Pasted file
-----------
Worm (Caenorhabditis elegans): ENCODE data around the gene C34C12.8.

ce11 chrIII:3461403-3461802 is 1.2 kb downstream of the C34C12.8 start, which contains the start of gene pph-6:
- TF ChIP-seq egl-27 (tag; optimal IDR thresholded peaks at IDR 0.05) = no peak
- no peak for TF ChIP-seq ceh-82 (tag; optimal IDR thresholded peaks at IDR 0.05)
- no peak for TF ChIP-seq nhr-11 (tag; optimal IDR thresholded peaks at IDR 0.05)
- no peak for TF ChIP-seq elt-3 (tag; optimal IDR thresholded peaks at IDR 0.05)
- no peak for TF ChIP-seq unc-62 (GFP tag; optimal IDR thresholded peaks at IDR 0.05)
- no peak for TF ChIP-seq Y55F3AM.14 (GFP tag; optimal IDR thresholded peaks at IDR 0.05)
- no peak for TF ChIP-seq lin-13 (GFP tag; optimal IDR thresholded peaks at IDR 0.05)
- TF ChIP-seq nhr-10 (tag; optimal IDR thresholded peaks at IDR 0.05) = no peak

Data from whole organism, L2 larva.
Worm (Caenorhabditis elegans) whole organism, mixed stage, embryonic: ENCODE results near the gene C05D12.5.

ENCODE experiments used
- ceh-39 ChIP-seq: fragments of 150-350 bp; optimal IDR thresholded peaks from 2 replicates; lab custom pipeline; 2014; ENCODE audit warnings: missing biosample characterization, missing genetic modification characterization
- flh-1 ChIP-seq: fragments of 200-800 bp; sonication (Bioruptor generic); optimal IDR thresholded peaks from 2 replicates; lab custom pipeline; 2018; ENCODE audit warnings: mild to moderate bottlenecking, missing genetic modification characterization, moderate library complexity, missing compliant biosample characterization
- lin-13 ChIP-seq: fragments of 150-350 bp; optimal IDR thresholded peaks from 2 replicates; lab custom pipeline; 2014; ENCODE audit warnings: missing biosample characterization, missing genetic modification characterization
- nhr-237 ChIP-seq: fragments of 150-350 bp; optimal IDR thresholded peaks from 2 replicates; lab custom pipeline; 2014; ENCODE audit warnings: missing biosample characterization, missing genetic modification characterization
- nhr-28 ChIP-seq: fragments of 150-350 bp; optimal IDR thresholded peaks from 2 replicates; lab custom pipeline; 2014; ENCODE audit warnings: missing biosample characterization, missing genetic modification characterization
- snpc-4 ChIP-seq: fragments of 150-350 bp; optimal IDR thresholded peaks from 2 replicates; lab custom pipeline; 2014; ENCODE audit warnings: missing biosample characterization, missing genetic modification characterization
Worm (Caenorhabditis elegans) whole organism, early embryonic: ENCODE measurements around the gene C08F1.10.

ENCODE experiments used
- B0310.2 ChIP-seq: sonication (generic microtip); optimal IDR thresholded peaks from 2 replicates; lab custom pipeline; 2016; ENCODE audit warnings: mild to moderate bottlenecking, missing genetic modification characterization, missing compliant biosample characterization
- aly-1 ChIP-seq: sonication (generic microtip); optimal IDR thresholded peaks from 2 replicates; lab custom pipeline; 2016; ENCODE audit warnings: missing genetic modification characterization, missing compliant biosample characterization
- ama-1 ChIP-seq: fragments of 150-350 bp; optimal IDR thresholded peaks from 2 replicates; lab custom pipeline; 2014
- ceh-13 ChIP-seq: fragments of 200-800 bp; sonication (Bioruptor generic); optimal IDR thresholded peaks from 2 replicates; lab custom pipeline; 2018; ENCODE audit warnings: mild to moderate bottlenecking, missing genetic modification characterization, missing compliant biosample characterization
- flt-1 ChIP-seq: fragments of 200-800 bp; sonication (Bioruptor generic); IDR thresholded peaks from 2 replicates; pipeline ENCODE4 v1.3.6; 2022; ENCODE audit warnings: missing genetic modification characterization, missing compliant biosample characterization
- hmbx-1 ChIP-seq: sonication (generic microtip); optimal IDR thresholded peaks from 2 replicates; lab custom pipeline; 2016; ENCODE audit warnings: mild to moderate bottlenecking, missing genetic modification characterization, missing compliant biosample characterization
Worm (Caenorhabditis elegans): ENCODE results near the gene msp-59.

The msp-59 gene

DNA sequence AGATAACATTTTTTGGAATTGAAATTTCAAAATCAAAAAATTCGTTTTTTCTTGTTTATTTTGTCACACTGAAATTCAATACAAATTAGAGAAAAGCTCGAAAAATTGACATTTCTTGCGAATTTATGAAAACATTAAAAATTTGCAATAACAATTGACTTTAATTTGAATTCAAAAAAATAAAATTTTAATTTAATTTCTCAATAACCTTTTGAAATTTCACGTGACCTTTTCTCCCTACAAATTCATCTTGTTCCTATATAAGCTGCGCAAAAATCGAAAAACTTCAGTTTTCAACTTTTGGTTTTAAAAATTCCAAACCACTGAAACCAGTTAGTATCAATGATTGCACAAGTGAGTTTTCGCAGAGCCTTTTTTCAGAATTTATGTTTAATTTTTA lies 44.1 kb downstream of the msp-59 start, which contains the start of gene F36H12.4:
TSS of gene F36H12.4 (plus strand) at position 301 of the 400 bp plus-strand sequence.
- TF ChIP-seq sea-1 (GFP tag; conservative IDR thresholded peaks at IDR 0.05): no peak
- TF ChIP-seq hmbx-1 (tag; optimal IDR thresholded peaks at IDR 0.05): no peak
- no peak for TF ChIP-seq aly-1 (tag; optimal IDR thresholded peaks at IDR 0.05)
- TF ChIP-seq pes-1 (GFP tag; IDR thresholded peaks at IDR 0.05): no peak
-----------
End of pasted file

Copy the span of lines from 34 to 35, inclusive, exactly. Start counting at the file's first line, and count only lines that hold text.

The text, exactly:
- no peak for TF ChIP-seq aly-1 (tag; optimal IDR thresholded peaks at IDR 0.05)
- TF ChIP-seq pes-1 (GFP tag; IDR thresholded peaks at IDR 0.05): no peak